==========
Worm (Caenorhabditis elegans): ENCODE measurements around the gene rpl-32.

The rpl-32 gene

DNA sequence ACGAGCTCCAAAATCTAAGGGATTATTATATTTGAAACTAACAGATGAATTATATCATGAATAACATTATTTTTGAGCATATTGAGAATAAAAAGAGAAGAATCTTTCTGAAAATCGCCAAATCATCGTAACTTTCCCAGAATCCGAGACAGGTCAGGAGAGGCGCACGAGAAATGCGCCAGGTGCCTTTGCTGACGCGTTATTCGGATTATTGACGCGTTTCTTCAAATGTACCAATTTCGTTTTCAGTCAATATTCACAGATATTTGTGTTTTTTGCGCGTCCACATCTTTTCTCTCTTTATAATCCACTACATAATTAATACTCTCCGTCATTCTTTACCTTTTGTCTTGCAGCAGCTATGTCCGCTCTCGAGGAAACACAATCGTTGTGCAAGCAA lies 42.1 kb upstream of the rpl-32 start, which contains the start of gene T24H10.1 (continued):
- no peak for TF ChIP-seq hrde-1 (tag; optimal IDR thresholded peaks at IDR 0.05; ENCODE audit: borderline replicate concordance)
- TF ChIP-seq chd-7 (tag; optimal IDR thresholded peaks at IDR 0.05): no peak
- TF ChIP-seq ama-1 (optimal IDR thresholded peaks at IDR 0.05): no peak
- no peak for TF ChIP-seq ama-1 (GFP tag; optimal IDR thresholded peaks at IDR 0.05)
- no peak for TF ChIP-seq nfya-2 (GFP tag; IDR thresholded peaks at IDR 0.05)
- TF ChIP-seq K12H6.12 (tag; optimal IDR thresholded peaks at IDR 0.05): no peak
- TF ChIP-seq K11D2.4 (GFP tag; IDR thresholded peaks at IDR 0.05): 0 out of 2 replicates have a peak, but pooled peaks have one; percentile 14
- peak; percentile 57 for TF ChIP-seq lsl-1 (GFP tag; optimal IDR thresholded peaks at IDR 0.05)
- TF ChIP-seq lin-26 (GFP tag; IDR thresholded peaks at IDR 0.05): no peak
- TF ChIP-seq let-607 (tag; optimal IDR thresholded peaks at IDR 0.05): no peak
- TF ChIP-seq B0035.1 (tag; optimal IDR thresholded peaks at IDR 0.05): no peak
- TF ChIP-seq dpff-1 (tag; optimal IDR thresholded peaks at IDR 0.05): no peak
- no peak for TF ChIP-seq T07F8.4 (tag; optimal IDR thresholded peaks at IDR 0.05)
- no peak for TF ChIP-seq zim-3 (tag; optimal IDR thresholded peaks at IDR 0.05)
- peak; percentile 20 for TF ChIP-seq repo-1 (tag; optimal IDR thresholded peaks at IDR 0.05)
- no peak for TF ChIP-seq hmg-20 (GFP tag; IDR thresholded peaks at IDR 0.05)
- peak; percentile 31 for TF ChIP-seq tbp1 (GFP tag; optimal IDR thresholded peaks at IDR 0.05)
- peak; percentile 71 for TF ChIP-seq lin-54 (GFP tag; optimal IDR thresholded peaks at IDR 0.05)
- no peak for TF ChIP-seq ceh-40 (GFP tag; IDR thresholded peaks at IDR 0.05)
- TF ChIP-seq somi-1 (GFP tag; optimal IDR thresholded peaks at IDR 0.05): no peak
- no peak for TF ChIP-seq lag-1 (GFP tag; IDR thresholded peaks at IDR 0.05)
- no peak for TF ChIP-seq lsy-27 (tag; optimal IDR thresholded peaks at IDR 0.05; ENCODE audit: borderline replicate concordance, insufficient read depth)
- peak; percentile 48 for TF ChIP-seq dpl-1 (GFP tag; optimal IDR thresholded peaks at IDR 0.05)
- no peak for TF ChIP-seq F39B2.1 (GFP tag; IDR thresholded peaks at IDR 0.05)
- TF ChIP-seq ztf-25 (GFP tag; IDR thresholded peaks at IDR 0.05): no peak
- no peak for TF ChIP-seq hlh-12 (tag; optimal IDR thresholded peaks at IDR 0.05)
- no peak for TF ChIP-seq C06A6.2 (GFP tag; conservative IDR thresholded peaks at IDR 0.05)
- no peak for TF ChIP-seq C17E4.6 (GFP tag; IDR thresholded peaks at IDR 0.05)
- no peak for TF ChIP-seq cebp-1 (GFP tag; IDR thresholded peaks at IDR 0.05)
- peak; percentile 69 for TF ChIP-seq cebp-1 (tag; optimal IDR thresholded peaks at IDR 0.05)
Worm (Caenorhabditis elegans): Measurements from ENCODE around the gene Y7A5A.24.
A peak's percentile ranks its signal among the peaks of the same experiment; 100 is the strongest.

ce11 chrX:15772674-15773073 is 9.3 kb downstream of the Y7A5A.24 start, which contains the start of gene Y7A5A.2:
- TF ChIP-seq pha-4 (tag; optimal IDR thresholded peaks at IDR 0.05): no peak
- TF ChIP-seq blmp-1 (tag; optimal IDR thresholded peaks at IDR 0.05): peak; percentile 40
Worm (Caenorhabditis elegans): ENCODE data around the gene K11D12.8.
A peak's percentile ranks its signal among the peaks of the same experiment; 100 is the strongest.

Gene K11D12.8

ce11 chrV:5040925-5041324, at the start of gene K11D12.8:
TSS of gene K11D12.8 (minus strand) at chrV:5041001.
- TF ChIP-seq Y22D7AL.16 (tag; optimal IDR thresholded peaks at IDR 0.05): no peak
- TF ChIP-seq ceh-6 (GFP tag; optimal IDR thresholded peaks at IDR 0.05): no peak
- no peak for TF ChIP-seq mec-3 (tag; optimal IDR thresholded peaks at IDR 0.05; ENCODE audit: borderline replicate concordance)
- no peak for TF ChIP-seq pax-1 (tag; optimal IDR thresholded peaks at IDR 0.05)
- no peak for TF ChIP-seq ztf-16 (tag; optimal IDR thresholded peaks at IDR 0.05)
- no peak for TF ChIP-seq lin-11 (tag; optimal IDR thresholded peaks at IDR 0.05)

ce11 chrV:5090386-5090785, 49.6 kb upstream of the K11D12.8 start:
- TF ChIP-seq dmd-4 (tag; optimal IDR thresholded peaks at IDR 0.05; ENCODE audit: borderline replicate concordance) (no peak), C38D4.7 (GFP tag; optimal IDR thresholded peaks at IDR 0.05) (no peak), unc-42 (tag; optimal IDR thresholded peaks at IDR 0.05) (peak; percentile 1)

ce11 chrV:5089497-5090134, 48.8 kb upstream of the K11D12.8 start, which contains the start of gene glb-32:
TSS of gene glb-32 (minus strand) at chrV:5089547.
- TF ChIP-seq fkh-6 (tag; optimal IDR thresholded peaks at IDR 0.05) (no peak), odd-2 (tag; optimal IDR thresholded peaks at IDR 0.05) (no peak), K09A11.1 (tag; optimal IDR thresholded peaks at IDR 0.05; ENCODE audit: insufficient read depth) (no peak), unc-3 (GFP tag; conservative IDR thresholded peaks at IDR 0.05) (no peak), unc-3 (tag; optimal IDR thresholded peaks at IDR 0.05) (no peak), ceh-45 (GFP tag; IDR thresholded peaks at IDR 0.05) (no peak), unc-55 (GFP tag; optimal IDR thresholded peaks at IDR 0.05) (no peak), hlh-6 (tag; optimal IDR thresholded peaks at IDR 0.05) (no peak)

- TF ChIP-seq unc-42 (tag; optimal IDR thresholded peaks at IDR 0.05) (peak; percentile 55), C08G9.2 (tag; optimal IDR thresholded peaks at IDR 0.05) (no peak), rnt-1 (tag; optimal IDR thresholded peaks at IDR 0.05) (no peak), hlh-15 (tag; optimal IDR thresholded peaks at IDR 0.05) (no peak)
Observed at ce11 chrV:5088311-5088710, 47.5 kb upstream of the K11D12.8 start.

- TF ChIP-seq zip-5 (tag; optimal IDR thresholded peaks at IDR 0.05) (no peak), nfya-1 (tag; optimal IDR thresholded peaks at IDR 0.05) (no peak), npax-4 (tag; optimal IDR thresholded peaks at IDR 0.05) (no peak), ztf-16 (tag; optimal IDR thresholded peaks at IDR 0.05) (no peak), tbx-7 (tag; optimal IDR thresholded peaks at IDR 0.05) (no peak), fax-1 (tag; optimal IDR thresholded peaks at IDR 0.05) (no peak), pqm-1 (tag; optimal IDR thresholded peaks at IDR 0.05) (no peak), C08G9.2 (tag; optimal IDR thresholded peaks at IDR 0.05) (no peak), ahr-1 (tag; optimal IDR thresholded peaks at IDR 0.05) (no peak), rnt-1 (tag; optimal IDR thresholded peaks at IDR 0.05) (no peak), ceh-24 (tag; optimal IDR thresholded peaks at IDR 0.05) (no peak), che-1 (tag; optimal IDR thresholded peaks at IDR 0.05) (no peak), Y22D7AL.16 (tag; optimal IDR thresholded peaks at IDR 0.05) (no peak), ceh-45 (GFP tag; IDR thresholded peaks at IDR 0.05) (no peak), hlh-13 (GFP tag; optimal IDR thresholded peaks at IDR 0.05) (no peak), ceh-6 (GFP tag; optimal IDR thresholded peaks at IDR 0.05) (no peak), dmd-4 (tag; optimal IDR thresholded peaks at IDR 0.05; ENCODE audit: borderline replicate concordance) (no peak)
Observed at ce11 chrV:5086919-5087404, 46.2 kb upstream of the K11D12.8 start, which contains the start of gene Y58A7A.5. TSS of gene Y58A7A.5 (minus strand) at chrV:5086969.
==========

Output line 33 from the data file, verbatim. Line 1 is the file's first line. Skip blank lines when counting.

- peak; percentile 69 for TF ChIP-seq cebp-1 (tag; optimal IDR thresholded peaks at IDR 0.05)